The Huis Marseille Museum for Photography is currently exhibiting a retrospective of photographer Adam Fuss - a man whose creativity and technical prowess has provided over three decades of work that has graced the walls of many a prestigious museum and now those of the Huis. Organized by Fundacion MAPFRE along with the artist and Cheryl Brutvan, Curator of Contemporary Art at the Norton Museum, this collection of approximately fifty images ranges in content, production and period. The silhouettes of god's little creatures (snakes and rabbits to name a few) are not only visually stunning but call attention to (one of) the cameraless photographic process Fuss has become an expert in: the photogram. As the official press release writes: Here and there his printing technique is reminiscent of the zeal and the limitations with which Daguerre and Fox Talbot, the disputed founders of photography, wanted to put their discoveries into practice. This statement is indisputably accurate - Fuss has made the largest dauguerreotypes in the world, two of which are on display at the Huis. Technical skill aside, Fuss is an artist whose work will be beneficial to its viewer. In simple terms: this is a very exciting exhibition and should be visited if you're in the area.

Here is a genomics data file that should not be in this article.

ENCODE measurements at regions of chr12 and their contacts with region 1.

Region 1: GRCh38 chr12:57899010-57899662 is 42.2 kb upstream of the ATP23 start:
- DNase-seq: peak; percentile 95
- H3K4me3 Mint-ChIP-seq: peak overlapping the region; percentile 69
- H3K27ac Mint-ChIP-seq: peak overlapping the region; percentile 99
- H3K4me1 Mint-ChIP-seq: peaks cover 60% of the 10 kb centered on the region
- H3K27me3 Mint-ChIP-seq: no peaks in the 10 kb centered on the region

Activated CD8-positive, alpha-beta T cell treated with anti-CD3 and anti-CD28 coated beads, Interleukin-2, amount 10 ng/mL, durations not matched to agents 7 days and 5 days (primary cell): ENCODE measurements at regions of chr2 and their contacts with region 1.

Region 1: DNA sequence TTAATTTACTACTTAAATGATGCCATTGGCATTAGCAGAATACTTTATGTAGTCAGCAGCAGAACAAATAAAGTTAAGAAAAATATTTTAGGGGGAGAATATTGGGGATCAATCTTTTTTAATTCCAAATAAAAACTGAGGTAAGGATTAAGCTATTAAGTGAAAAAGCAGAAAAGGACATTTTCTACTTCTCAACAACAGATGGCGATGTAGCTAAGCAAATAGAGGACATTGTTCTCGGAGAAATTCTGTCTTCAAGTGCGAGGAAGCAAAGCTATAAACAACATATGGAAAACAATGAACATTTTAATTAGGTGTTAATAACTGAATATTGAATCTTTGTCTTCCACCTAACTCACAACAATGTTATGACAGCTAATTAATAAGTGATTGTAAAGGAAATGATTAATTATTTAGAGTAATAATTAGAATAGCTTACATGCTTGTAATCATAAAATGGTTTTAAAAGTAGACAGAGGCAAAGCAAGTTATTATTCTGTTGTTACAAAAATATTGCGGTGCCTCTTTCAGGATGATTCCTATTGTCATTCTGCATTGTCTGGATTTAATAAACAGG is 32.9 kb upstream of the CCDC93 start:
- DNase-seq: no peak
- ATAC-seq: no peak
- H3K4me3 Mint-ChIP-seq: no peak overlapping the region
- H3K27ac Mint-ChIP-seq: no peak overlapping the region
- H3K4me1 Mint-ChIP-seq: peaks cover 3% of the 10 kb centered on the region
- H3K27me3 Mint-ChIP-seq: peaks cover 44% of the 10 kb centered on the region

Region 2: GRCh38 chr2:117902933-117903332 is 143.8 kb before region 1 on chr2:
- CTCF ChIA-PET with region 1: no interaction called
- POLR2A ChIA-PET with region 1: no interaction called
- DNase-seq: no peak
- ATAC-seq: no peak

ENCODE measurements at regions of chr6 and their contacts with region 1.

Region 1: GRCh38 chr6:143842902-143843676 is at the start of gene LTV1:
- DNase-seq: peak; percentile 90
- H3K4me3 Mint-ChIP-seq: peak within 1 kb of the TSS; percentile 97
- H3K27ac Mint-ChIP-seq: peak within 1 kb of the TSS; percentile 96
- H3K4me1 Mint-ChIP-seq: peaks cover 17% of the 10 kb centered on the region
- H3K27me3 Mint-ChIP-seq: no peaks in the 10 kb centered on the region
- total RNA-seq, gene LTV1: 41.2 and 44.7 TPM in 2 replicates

"Adam Fuss: A Survey of his Work: 1986 - 2010" runs until September 4, 2011.
For more information on the exhibition, visit: http://www.huismarseille.nl/nl/tentoonstelling/adam-fuss ">http://www.huismarseille.nl/nl/tentoonstelling/adam-fuss